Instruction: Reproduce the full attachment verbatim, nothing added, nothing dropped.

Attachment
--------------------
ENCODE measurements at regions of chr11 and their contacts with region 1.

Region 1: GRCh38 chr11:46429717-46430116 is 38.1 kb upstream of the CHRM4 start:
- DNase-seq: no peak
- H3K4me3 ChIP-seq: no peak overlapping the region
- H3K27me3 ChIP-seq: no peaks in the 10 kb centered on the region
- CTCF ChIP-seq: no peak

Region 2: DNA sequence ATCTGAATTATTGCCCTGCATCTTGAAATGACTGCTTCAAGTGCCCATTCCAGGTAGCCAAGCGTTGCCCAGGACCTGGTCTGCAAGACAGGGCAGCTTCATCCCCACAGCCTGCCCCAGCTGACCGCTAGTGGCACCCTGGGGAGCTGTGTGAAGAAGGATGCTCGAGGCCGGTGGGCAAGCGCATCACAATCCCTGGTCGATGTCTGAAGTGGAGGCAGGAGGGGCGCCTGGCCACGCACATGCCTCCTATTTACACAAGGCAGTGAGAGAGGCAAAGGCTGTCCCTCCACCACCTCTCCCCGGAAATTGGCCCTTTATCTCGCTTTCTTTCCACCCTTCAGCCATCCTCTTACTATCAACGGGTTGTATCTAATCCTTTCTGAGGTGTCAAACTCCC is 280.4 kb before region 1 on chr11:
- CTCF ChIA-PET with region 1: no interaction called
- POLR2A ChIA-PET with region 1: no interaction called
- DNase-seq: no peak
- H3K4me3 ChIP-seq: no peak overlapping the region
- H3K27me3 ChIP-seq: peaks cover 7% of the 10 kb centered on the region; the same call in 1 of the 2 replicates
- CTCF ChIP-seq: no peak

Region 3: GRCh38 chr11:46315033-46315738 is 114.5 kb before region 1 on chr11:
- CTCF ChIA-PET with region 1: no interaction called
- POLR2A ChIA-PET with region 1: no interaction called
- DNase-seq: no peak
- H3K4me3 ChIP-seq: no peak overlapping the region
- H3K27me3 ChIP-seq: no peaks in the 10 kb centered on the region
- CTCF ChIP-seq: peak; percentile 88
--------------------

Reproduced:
ENCODE measurements at regions of chr11 and their contacts with region 1.

Region 1: GRCh38 chr11:46429717-46430116 is 38.1 kb upstream of the CHRM4 start:
- DNase-seq: no peak
- H3K4me3 ChIP-seq: no peak overlapping the region
- H3K27me3 ChIP-seq: no peaks in the 10 kb centered on the region
- CTCF ChIP-seq: no peak

Region 2: DNA sequence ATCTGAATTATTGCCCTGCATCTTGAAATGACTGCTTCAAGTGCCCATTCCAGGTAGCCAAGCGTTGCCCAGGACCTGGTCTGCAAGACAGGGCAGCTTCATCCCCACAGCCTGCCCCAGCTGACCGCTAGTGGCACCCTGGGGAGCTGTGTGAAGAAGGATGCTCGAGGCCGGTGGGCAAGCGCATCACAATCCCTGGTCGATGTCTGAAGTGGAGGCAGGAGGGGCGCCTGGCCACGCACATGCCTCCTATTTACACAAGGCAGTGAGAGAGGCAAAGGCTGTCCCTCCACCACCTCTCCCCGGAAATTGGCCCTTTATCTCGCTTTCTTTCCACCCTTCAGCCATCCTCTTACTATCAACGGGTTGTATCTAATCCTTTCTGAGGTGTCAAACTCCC is 280.4 kb before region 1 on chr11:
- CTCF ChIA-PET with region 1: no interaction called
- POLR2A ChIA-PET with region 1: no interaction called
- DNase-seq: no peak
- H3K4me3 ChIP-seq: no peak overlapping the region
- H3K27me3 ChIP-seq: peaks cover 7% of the 10 kb centered on the region; the same call in 1 of the 2 replicates
- CTCF ChIP-seq: no peak

Region 3: GRCh38 chr11:46315033-46315738 is 114.5 kb before region 1 on chr11:
- CTCF ChIA-PET with region 1: no interaction called
- POLR2A ChIA-PET with region 1: no interaction called
- DNase-seq: no peak
- H3K4me3 ChIP-seq: no peak overlapping the region
- H3K27me3 ChIP-seq: no peaks in the 10 kb centered on the region
- CTCF ChIP-seq: peak; percentile 88